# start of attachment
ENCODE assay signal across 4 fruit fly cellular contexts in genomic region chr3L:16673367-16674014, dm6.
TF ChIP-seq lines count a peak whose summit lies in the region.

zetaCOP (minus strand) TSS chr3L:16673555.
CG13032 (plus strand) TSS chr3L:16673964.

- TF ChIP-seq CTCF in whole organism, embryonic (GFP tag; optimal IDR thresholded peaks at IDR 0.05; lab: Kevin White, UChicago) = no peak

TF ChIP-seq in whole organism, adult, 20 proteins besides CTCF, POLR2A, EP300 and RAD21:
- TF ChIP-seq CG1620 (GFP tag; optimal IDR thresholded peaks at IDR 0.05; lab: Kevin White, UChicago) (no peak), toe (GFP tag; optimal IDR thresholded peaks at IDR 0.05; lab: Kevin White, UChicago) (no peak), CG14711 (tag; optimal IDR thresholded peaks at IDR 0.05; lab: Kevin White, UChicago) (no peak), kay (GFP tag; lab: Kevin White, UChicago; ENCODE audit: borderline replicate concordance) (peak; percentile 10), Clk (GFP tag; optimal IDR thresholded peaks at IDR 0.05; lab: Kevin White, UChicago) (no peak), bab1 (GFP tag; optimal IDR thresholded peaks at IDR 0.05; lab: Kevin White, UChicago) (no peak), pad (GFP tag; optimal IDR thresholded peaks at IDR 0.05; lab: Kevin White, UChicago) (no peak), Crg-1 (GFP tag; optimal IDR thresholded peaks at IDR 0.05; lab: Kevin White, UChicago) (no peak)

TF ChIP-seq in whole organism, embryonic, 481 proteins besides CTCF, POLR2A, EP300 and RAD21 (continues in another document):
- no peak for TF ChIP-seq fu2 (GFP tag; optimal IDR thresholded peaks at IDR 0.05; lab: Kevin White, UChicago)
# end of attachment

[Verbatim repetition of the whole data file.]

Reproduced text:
ENCODE assay signal across 4 fruit fly cellular contexts in genomic region chr3L:16673367-16674014, dm6.
TF ChIP-seq lines count a peak whose summit lies in the region.

zetaCOP (minus strand) TSS chr3L:16673555.
CG13032 (plus strand) TSS chr3L:16673964.

- TF ChIP-seq CTCF in whole organism, embryonic (GFP tag; optimal IDR thresholded peaks at IDR 0.05; lab: Kevin White, UChicago) = no peak

TF ChIP-seq in whole organism, adult, 20 proteins besides CTCF, POLR2A, EP300 and RAD21:
- TF ChIP-seq CG1620 (GFP tag; optimal IDR thresholded peaks at IDR 0.05; lab: Kevin White, UChicago) (no peak), toe (GFP tag; optimal IDR thresholded peaks at IDR 0.05; lab: Kevin White, UChicago) (no peak), CG14711 (tag; optimal IDR thresholded peaks at IDR 0.05; lab: Kevin White, UChicago) (no peak), kay (GFP tag; lab: Kevin White, UChicago; ENCODE audit: borderline replicate concordance) (peak; percentile 10), Clk (GFP tag; optimal IDR thresholded peaks at IDR 0.05; lab: Kevin White, UChicago) (no peak), bab1 (GFP tag; optimal IDR thresholded peaks at IDR 0.05; lab: Kevin White, UChicago) (no peak), pad (GFP tag; optimal IDR thresholded peaks at IDR 0.05; lab: Kevin White, UChicago) (no peak), Crg-1 (GFP tag; optimal IDR thresholded peaks at IDR 0.05; lab: Kevin White, UChicago) (no peak)

TF ChIP-seq in whole organism, embryonic, 481 proteins besides CTCF, POLR2A, EP300 and RAD21 (continues in another document):
- no peak for TF ChIP-seq fu2 (GFP tag; optimal IDR thresholded peaks at IDR 0.05; lab: Kevin White, UChicago)